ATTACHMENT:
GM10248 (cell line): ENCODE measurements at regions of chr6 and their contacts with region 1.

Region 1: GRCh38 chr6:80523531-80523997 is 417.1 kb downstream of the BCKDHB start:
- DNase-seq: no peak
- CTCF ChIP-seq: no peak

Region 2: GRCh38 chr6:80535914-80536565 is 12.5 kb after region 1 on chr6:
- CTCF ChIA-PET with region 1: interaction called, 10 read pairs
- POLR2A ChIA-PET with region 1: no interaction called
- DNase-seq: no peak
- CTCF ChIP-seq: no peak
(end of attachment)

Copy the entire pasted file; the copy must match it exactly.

GM10248 (cell line): ENCODE measurements at regions of chr6 and their contacts with region 1.

Region 1: GRCh38 chr6:80523531-80523997 is 417.1 kb downstream of the BCKDHB start:
- DNase-seq: no peak
- CTCF ChIP-seq: no peak

Region 2: GRCh38 chr6:80535914-80536565 is 12.5 kb after region 1 on chr6:
- CTCF ChIA-PET with region 1: interaction called, 10 read pairs
- POLR2A ChIA-PET with region 1: no interaction called
- DNase-seq: no peak
- CTCF ChIP-seq: no peak